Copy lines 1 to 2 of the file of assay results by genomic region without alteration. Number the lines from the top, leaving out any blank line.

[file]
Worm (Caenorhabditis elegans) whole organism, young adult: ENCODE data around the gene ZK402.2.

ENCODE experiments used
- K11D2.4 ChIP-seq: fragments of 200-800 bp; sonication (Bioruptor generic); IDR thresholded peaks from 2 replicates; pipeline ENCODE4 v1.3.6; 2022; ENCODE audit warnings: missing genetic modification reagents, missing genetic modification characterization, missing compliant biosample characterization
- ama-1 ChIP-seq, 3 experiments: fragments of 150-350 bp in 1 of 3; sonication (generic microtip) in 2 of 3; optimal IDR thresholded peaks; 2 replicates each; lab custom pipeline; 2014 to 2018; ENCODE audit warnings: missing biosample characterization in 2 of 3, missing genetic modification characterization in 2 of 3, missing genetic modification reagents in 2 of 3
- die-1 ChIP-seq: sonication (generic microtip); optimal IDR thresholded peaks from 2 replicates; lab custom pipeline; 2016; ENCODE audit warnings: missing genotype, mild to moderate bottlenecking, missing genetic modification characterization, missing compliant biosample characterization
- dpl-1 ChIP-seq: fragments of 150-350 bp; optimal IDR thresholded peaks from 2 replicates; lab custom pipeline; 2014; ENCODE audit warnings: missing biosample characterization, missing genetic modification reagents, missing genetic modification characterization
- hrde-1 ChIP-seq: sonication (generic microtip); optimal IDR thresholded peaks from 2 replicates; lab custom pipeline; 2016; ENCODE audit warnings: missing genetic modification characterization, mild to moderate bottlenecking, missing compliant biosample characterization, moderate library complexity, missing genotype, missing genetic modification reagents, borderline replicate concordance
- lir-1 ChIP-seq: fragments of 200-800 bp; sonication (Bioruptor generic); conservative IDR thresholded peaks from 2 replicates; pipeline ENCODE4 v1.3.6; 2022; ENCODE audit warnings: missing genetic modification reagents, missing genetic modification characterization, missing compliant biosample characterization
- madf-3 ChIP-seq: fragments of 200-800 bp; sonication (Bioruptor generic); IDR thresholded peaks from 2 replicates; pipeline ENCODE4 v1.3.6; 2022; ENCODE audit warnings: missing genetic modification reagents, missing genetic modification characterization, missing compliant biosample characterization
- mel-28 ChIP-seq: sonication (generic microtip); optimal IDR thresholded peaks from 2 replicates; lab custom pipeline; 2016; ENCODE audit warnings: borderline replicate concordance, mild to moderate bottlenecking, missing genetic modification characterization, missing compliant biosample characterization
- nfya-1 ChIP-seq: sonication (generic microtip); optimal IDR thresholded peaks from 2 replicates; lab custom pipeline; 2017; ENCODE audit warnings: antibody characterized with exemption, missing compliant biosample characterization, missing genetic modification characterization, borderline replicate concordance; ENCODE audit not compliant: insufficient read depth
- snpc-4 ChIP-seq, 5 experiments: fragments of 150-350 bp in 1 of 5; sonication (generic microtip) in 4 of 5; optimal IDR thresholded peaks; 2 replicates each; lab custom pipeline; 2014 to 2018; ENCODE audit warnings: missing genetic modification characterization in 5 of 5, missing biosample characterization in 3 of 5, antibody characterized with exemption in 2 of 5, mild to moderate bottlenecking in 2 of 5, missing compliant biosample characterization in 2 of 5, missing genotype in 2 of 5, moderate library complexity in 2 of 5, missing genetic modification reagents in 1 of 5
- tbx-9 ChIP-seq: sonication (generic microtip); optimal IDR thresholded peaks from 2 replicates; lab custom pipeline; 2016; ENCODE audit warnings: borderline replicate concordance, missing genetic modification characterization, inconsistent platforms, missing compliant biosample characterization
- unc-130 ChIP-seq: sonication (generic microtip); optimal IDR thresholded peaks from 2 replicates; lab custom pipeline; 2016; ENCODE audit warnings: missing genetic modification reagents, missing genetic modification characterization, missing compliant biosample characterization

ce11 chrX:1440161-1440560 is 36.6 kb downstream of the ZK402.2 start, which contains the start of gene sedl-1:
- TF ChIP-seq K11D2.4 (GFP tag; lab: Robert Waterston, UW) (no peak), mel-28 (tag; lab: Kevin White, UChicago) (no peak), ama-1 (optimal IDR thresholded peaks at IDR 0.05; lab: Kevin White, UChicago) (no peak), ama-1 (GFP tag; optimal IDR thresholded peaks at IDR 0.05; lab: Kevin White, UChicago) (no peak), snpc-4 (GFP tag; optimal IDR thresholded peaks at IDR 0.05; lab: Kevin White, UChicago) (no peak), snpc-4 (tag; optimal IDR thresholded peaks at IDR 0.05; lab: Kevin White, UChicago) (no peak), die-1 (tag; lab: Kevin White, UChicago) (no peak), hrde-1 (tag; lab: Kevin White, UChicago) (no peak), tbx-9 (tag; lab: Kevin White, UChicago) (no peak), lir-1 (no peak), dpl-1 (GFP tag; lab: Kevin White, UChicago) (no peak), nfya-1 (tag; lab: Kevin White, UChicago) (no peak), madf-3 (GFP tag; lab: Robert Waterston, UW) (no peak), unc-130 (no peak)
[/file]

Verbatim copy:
Worm (Caenorhabditis elegans) whole organism, young adult: ENCODE data around the gene ZK402.2.

ENCODE experiments used